One pharyngeal swab per patient was inoculated on Columbia Blood Agar (Bio maxima, Poland) and incubated at 37°C in an 5% carbon dioxide atmosphere for 48 hours. A culture was considered positive for beta-hemolytic streptococcus with a growth of any number of large beta-hemolytic colonies, gram-positive staining with streptococcal morphology, and a negative catalase test. Serogrouping of beta-hemolytic streptococci was performed with the Streptococcal Grouping Kit (Oxoid, UK). The culture was considered negative when beta-hemolytic colonies of group A, C, G streptococci were absent after 48 hours of incubation. CRP was quantified using RX Imola Chemistry Analyzer (Furuno, Japan).
A total of 230 patients were enrolled. Only 155 (67.4%) patients were confirmed with streptococcal angina or scarlet fever, based on clinical presentation and inflammatory syndrome. The rest of 75 patients, without inflammatory signs were considered healthy carriers of β-hemolytic streptococci: GAS was isolated from 35 patients (23.8% of GAS positive pharyngeal exudate), respectively, group C streptococci (GCS) from 34 patients (60.7% of GCS positive pharyngeal exudate) and group G streptococci (GGS) from 6 patients (22.2% of GGS positive pharyngeal exudate). GAS was identified in 61 males (41.5%) and in 86 females (58.5%), GCS in 20 males (35.7%) and 36 females (64.3%), GGS in 16 males (59.3%) and 11 females (40.7%). GAS and GCS were more frequent in females, but GGS was most common in males.
55 of the patients (23.9% of the total number of patients) were diagnosed with scarlet fever; 52 of them (94.6%) was confirmed with GAS, 1 (1.8%) with GCS and 2 (3.6%) with GGS. 100 patients (43.5%) had the diagnosis of angina; 60 of them (60%) was confirmed with GAS, 21 (21%) with GCS and 19 (19%) with GGS. The rest of them (32.6%) were colonized with beta-hemolytic streptococcus. The age of the patients ranged from 1 to 86 years. No significant differences were found in age between patients (Table 1).
Table 1: Number of patients per investigated parameter and clinical diagnosis.
Only 67% of the patients from whom we isolated beta-hemolytic streptococci were infected. The most frequent carrier state was for GCS (Figure 1). The most frequent infection was produced by GAS, present in 112 cases (72.2% of infected patients), followed by GCS with 14.2% (22 patients) and GGS with 13.5% (21 patients) (Figure 2). Infection with groups GCS was associated with higher CRP concentrations (mean 134 mg/L) compared with those with GAS infection (mean 55 mg/L) and GGS infection (mean 32 mg/L). In 90.9% of GCS infections CRP values were above 50 mg/L, while 38.4% and, 23.8%, respectively, of those infected with GAS or GGS had such values (Figures 3,4,5). The highest CRP concentration was observed among patients with group C streptococcus infection (Figure 4). We found that in GGS infected patients’ inflammatory syndrome was not important; in only 52.3% GGS patients CRP level was above 5 mg/L (Figure 5).
This is one of the few studies that emphasized the role of CRP as a rapid orientation test in the diagnosis of A, C or G streptococcal infection. CRP provides information about the inflammatory response and can be used as a guidance in managing the antibiotic therapy. CRP can make the difference between a streptococcal infection and a streptococcus healthy carrier with angina caused by a viral infection, by highlighting the presence of the inflammatory reaction. Our analysis awares that group C and G streptococci should be considered as throat pathogens along with GAS. The frequency of patients with GCS and GGS infection is about one fifth of the patients with GAS, as it has also been shown in other studies [15-17], we may consider that GCS and GGS are frequent causes of streptococcal infections. Few previous studies have analysed the variation of CRP in group A, C and G streptococcal infections. Our findings are in agreement with Calviño, et al.  from the Institute of Primary Care and Public Health, Cardiff University School of Medicine, that analysed the association between CRP rapid test and GAS infection. They observed an increased frequency of GAS infections compared to GCS and GGS, but a higher median CRP value (49.9mg/L) in patients with GCS and GGS infections, with the peak value recorded in GCS patients.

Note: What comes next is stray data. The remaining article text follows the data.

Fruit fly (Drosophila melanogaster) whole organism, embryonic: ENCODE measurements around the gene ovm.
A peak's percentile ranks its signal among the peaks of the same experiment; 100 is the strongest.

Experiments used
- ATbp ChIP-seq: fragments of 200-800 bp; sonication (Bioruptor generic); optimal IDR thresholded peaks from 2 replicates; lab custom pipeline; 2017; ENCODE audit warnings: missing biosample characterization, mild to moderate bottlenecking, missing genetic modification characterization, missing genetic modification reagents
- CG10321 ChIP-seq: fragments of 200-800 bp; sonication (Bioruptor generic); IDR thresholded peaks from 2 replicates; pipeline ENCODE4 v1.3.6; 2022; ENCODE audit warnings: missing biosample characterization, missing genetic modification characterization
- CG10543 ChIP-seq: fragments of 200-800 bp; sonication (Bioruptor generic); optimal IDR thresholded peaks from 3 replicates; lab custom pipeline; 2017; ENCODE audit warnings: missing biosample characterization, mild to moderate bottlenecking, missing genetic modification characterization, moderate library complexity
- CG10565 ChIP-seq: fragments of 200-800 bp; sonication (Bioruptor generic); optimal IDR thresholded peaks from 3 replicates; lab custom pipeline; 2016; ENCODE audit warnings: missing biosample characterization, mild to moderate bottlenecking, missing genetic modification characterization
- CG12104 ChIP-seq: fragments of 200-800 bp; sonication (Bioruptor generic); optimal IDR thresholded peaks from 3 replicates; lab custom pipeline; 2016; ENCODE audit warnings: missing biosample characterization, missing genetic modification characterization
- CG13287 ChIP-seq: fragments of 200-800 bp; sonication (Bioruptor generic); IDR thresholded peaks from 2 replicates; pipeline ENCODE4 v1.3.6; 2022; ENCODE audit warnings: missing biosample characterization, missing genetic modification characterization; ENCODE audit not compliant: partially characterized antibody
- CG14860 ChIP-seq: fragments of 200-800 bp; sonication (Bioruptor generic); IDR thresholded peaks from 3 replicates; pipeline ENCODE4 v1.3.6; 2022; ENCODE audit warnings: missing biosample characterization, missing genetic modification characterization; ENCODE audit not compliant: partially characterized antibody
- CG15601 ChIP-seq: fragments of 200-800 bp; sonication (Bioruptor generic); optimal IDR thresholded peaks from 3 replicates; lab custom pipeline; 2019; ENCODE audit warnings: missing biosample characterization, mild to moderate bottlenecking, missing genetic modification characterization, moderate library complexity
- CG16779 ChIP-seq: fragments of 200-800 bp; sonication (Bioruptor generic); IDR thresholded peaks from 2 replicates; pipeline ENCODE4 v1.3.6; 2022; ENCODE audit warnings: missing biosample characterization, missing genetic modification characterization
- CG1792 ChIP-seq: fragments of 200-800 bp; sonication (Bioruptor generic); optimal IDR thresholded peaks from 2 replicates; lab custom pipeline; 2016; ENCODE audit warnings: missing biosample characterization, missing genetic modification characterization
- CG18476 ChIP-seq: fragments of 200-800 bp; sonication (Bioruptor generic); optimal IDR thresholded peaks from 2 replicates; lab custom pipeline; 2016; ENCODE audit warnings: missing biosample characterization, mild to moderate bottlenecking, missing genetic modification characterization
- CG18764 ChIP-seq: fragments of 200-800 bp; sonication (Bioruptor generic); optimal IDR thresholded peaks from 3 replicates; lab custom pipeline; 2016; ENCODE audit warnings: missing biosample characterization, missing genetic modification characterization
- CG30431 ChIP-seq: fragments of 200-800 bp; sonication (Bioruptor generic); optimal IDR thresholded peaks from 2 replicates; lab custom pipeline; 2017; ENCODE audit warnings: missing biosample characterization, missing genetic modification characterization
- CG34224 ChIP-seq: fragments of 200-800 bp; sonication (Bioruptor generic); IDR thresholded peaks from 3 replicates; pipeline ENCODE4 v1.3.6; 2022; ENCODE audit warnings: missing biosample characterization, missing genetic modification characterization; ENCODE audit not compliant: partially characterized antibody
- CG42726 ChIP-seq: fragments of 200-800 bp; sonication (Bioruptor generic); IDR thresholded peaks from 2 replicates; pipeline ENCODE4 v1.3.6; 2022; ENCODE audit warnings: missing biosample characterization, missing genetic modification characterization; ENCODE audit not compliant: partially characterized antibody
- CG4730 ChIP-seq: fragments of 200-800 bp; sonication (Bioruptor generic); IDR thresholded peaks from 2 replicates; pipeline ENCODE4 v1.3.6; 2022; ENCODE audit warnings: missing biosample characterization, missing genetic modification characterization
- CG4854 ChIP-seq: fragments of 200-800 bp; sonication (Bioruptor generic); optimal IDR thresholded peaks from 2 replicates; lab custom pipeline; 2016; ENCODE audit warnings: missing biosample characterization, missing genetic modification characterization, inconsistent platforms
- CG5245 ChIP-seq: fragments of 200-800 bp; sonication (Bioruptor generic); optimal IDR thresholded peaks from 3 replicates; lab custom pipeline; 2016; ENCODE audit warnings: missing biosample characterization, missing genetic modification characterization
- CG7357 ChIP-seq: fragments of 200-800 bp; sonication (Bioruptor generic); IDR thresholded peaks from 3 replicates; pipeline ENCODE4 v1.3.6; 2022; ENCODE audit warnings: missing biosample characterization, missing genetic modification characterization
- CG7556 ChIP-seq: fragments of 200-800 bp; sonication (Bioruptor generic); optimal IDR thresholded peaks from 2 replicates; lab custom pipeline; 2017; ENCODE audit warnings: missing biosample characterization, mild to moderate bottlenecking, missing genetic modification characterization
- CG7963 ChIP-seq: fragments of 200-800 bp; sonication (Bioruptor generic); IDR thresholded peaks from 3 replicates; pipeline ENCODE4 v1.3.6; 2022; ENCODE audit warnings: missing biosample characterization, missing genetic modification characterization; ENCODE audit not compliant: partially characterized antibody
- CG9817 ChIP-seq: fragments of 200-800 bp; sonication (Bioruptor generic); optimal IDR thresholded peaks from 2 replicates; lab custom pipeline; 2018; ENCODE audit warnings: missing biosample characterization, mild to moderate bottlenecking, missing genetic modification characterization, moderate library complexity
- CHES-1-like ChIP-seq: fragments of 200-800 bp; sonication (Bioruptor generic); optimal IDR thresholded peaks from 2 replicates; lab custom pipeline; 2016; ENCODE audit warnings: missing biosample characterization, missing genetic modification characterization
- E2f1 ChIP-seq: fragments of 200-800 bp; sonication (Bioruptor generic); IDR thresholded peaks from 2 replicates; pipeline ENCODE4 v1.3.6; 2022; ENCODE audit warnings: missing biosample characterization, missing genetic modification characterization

Furthermore, our results are similar with the results obtained by Lindbæk, et al. . They have looked into the clinical symptoms and signs in sore throat patients with large colony variant β-haemolytic streptococci groups C or G versus group A. They concluded that CRP levels above 25 mg/L were significantly associated with presence of streptococci group C or G. They also stated that group C and G streptococci should be considered as throat pathogens in line with GAS. Hjortdahl and Melbye  examinated if on-site testing enhances the diagnosis of streptococcal pharyngitis in adults. They obtained a mean CRP value of 50.4 mg/L in their GAS patients. Our mean CRP value in GAS infected patients of 55mg/L was similar to their findings.
Melbye, et al.  observed the daily reduction in C-reactive protein values in group-A streptococcal pharyngitis treated with antibiotics. They examined daily eleven adult patients with sore throat and confirmed GAS infection. Their average CRP value was of 100.3 mg/L, higher than our result (55mg/L). This difference may be caused by our significantly bigger number of GAS patients (147 patients compared with 11 patients).
There are some authors that suggest that CRP testing is overused [21,22]. Our results reveal that CRP is useful for differentiating GAS infection from GCS and GGS ones and from other etiologies that do not require antibiotic therapy. Nowadays, the diagnosis of sore throat is based on microbiological identification. The culture of the pharyngeal exudates is the gold standard used when evaluating the etiology of the infection. Rapid detection of increased CRP values in sore throat patients can differentiate the bacterial from the viral angina, thus being able to increase the number of correctly treated patients. One strengh of this study is that we have considered a statistically significant number of patients.
1. The most common streptococcal pharyngeal infections were produced by GAS, followed by GCS and GGS.
2. CRP values in patients with GCS infection are more often above 50mg/L than in those with GAS or GGS infections.
3. Pharyngeal GCS carriage is the most common of all pathogenic β-hemolytic streptococci.
4. The inflammatory response to GGS is low
Conflict of interest
No conflict of interest.